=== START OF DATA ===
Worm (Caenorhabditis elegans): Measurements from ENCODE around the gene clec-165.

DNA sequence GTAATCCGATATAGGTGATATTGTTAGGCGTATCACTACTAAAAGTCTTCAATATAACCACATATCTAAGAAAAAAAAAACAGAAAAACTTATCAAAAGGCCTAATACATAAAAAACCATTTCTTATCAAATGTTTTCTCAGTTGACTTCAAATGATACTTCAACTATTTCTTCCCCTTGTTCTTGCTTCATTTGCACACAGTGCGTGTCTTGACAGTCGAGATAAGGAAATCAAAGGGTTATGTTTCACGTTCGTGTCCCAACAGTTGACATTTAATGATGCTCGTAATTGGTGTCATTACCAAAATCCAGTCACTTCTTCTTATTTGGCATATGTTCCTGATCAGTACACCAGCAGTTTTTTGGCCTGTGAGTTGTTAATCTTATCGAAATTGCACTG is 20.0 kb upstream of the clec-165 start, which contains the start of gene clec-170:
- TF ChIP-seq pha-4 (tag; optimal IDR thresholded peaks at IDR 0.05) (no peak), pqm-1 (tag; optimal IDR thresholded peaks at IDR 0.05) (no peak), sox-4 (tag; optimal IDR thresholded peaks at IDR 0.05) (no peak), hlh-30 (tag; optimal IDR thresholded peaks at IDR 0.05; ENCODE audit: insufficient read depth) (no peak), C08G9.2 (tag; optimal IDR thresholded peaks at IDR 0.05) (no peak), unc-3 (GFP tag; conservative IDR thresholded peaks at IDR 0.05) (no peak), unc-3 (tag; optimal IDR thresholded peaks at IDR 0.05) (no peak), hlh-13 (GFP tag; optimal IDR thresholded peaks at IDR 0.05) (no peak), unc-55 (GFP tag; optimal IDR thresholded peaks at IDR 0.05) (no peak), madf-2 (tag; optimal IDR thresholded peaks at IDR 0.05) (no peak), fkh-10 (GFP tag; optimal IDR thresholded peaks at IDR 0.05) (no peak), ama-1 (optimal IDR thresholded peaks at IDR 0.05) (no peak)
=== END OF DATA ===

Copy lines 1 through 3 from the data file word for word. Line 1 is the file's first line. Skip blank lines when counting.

Worm (Caenorhabditis elegans): Measurements from ENCODE around the gene clec-165.

DNA sequence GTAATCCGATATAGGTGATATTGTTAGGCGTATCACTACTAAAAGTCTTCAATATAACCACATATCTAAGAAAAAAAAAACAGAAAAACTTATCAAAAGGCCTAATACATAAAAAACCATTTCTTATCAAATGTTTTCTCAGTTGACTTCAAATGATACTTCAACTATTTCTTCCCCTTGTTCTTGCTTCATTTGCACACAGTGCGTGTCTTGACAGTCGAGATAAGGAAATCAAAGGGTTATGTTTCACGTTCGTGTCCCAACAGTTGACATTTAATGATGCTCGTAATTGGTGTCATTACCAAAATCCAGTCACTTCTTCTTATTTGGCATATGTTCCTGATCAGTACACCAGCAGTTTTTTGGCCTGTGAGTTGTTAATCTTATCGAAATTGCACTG is 20.0 kb upstream of the clec-165 start, which contains the start of gene clec-170:
- TF ChIP-seq pha-4 (tag; optimal IDR thresholded peaks at IDR 0.05) (no peak), pqm-1 (tag; optimal IDR thresholded peaks at IDR 0.05) (no peak), sox-4 (tag; optimal IDR thresholded peaks at IDR 0.05) (no peak), hlh-30 (tag; optimal IDR thresholded peaks at IDR 0.05; ENCODE audit: insufficient read depth) (no peak), C08G9.2 (tag; optimal IDR thresholded peaks at IDR 0.05) (no peak), unc-3 (GFP tag; conservative IDR thresholded peaks at IDR 0.05) (no peak), unc-3 (tag; optimal IDR thresholded peaks at IDR 0.05) (no peak), hlh-13 (GFP tag; optimal IDR thresholded peaks at IDR 0.05) (no peak), unc-55 (GFP tag; optimal IDR thresholded peaks at IDR 0.05) (no peak), madf-2 (tag; optimal IDR thresholded peaks at IDR 0.05) (no peak), fkh-10 (GFP tag; optimal IDR thresholded peaks at IDR 0.05) (no peak), ama-1 (optimal IDR thresholded peaks at IDR 0.05) (no peak)